Archaeologists, Anthropologists & Researchers at Son Real Necropolis, Mallorca. | Juanjo Roig

The excavation campaign at the Son Real necropolis in the Municipality of Santa Margarita will end on July 2 after 23 years.

The burial ground sprawls over some 800,00 square metres on the Punta des Fences in the Bay of Alcudia and was built between the 7th Century BC and 1st Century BC.

It contains more than 100 stone tombs in various shapes and sizes; the round ones are the oldest and date back to the 7th Century BC; the horseshoes are from the 5th century BC and the quadrangular ones were built between the 4th Century BC and the 1st century BC.

For years the dead lay undisturbed, except for coastal storms which battered Punta des Fences, eroding many of the tombs closest to the sea, but leaving the ones furthest from the sea untouched and were very well preserved.

The necropolis was rediscovered in the late 1950’s and since then archaeologists have uncovered more than 300 bodies as well as pottery, weapons, musical instruments, jewellery and shells in the tombs.


The Son Real necropolis excavation was carried out at two different times.

Archaeologist, Miquel Tarradell launched the first excavation project in 1957, which lasted until 1969.

In the 1970's and 1980s, the local Council was heavily criticised for doing absolutely nothing to preserve the necropolis, which at one point was used for motocross events!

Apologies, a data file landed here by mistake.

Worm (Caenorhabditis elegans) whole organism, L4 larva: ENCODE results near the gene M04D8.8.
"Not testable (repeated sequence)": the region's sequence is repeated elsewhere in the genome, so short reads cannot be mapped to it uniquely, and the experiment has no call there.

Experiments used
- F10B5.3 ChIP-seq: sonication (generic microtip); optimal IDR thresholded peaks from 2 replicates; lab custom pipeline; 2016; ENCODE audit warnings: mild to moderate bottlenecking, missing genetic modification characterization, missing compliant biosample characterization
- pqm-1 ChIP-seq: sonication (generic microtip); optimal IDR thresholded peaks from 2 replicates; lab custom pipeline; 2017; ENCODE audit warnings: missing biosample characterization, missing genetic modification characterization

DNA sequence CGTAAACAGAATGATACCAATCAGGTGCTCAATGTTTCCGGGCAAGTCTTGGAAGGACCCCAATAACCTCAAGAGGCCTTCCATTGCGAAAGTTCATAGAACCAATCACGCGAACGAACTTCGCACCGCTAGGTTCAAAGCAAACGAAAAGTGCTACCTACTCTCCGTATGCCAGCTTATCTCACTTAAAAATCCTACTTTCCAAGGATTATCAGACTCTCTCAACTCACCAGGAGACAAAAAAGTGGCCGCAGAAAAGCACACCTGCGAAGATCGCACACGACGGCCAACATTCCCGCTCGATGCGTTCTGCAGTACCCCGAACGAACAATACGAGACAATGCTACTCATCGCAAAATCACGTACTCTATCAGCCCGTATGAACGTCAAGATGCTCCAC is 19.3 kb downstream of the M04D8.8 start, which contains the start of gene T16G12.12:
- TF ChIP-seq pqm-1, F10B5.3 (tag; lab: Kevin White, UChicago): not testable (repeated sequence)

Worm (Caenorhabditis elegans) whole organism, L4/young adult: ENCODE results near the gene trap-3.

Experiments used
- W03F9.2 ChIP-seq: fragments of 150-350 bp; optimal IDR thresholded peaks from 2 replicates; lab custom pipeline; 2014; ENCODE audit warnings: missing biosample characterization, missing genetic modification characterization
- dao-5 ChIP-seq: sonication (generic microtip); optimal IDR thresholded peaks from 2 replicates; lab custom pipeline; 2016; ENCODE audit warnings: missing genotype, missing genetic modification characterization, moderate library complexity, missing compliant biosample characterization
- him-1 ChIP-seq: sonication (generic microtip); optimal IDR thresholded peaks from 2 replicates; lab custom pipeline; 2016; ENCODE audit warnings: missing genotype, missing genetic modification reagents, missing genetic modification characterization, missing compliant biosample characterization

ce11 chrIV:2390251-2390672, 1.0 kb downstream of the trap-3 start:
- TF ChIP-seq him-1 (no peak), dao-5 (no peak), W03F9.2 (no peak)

The second excavation project began in 1998 and has been running ever since, apart from a couple of interruptions due to finance problems in 2011 and the Covid pandemic last year.

Over the years some very important materials have been uncovered at the necropolis, which have helped to identify some ancient Balearic customs.

The 2021 project was paid for with a 40,000 euro grant from the Secretary of State for Tourism and Archaeologist, Jordi Hernández-Gasch and Restorers Margalida Munar and Bernat Burgaya presented the last excavation campaign of the necropolis on Wednesday.

“The body of a very tall man was located in the right lateral decubitus position (on his right side),” said Anthropologist, Francisca Cardona. “The skeleton is very well preserved. It shows evidence of rodents and perhaps flooding and the skull and some teeth were displaced. Laboratory tests will determine even more details.”

The project is drawing to a close after 23 years, but Jordi Hernández-Gash says his work isn't over yet.

“Being able to experience the culmination of the excavation of a site as important as Son Real is very satisfying and it's exciting to have started a campaign when I was 27 and make it this far, he said. “The excavations are ending, but the research will continue and there’s an important conservation task ahead to avoid marine degradation. 30% of the necropolis has already been washed away by the sea and with climate change it will get even worse.”